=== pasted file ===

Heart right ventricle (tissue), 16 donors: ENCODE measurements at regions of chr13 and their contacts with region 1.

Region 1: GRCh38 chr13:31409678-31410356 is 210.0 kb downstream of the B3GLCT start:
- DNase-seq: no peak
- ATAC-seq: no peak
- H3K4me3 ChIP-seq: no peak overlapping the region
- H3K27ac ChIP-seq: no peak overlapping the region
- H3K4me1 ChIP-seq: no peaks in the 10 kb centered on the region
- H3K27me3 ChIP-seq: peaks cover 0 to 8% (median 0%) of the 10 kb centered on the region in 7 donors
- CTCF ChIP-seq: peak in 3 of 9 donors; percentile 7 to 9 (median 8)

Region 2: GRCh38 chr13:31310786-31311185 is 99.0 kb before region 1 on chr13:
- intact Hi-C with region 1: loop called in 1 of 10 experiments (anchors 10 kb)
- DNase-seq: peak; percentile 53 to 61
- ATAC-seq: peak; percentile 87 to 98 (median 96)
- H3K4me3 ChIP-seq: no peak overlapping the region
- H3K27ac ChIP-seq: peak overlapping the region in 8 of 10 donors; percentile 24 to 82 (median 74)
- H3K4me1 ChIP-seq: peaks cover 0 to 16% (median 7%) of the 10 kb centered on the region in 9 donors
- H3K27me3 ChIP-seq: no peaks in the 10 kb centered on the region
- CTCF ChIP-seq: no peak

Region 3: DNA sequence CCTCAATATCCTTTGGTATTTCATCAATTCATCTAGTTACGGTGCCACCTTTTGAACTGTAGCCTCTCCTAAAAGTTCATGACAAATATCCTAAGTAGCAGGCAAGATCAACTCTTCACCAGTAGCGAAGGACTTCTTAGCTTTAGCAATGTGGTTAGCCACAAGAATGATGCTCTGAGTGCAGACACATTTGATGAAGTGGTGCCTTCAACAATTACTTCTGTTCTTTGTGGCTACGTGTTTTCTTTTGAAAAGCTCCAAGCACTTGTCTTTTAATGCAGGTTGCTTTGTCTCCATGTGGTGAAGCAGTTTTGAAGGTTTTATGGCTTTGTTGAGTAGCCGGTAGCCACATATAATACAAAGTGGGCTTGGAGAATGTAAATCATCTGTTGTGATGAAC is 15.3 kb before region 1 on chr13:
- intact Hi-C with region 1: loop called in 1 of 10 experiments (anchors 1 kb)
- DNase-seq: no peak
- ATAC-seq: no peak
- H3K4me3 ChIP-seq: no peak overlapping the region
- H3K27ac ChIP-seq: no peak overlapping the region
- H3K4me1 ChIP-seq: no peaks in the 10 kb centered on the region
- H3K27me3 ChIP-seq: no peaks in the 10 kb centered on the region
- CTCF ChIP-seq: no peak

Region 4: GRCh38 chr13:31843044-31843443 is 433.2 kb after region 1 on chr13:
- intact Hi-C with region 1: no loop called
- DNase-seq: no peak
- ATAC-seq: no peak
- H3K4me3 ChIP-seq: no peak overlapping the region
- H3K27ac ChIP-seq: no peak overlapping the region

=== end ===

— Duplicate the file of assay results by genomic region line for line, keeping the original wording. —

Heart right ventricle (tissue), 16 donors: ENCODE measurements at regions of chr13 and their contacts with region 1.

Region 1: GRCh38 chr13:31409678-31410356 is 210.0 kb downstream of the B3GLCT start:
- DNase-seq: no peak
- ATAC-seq: no peak
- H3K4me3 ChIP-seq: no peak overlapping the region
- H3K27ac ChIP-seq: no peak overlapping the region
- H3K4me1 ChIP-seq: no peaks in the 10 kb centered on the region
- H3K27me3 ChIP-seq: peaks cover 0 to 8% (median 0%) of the 10 kb centered on the region in 7 donors
- CTCF ChIP-seq: peak in 3 of 9 donors; percentile 7 to 9 (median 8)

Region 2: GRCh38 chr13:31310786-31311185 is 99.0 kb before region 1 on chr13:
- intact Hi-C with region 1: loop called in 1 of 10 experiments (anchors 10 kb)
- DNase-seq: peak; percentile 53 to 61
- ATAC-seq: peak; percentile 87 to 98 (median 96)
- H3K4me3 ChIP-seq: no peak overlapping the region
- H3K27ac ChIP-seq: peak overlapping the region in 8 of 10 donors; percentile 24 to 82 (median 74)
- H3K4me1 ChIP-seq: peaks cover 0 to 16% (median 7%) of the 10 kb centered on the region in 9 donors
- H3K27me3 ChIP-seq: no peaks in the 10 kb centered on the region
- CTCF ChIP-seq: no peak

Region 3: DNA sequence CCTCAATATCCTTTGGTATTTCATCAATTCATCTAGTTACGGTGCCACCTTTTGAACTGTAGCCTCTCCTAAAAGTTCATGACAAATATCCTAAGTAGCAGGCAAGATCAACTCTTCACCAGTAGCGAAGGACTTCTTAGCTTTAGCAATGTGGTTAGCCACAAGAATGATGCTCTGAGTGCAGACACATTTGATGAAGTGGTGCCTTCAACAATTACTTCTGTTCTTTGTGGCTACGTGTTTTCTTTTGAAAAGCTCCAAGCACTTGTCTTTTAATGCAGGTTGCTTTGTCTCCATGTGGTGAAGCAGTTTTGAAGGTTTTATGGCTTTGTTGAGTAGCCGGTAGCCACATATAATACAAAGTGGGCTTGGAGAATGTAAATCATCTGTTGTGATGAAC is 15.3 kb before region 1 on chr13:
- intact Hi-C with region 1: loop called in 1 of 10 experiments (anchors 1 kb)
- DNase-seq: no peak
- ATAC-seq: no peak
- H3K4me3 ChIP-seq: no peak overlapping the region
- H3K27ac ChIP-seq: no peak overlapping the region
- H3K4me1 ChIP-seq: no peaks in the 10 kb centered on the region
- H3K27me3 ChIP-seq: no peaks in the 10 kb centered on the region
- CTCF ChIP-seq: no peak

Region 4: GRCh38 chr13:31843044-31843443 is 433.2 kb after region 1 on chr13:
- intact Hi-C with region 1: no loop called
- DNase-seq: no peak
- ATAC-seq: no peak
- H3K4me3 ChIP-seq: no peak overlapping the region
- H3K27ac ChIP-seq: no peak overlapping the region